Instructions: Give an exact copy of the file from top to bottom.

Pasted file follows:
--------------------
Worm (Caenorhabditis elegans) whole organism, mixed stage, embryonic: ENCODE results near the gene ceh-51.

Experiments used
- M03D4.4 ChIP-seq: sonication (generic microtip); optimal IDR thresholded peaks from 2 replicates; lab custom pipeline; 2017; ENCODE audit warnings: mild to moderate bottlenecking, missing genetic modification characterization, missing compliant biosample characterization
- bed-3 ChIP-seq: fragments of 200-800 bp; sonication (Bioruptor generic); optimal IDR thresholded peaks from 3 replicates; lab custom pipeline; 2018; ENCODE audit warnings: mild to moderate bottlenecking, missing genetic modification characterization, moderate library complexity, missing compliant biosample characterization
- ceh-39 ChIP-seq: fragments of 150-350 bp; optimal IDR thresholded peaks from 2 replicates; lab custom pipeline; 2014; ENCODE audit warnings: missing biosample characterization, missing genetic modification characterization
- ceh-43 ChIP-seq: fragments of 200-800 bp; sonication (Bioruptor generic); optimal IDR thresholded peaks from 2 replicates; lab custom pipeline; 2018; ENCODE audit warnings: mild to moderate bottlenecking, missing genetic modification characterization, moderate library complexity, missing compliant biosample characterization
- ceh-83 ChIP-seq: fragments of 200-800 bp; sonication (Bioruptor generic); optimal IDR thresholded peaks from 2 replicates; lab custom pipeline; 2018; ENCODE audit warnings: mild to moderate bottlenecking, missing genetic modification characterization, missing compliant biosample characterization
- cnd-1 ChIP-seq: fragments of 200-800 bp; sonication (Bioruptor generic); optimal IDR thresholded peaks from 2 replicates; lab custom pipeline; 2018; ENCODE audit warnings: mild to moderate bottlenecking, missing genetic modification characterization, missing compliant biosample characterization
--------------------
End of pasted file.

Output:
Worm (Caenorhabditis elegans) whole organism, mixed stage, embryonic: ENCODE results near the gene ceh-51.

Experiments used
- M03D4.4 ChIP-seq: sonication (generic microtip); optimal IDR thresholded peaks from 2 replicates; lab custom pipeline; 2017; ENCODE audit warnings: mild to moderate bottlenecking, missing genetic modification characterization, missing compliant biosample characterization
- bed-3 ChIP-seq: fragments of 200-800 bp; sonication (Bioruptor generic); optimal IDR thresholded peaks from 3 replicates; lab custom pipeline; 2018; ENCODE audit warnings: mild to moderate bottlenecking, missing genetic modification characterization, moderate library complexity, missing compliant biosample characterization
- ceh-39 ChIP-seq: fragments of 150-350 bp; optimal IDR thresholded peaks from 2 replicates; lab custom pipeline; 2014; ENCODE audit warnings: missing biosample characterization, missing genetic modification characterization
- ceh-43 ChIP-seq: fragments of 200-800 bp; sonication (Bioruptor generic); optimal IDR thresholded peaks from 2 replicates; lab custom pipeline; 2018; ENCODE audit warnings: mild to moderate bottlenecking, missing genetic modification characterization, moderate library complexity, missing compliant biosample characterization
- ceh-83 ChIP-seq: fragments of 200-800 bp; sonication (Bioruptor generic); optimal IDR thresholded peaks from 2 replicates; lab custom pipeline; 2018; ENCODE audit warnings: mild to moderate bottlenecking, missing genetic modification characterization, missing compliant biosample characterization
- cnd-1 ChIP-seq: fragments of 200-800 bp; sonication (Bioruptor generic); optimal IDR thresholded peaks from 2 replicates; lab custom pipeline; 2018; ENCODE audit warnings: mild to moderate bottlenecking, missing genetic modification characterization, missing compliant biosample characterization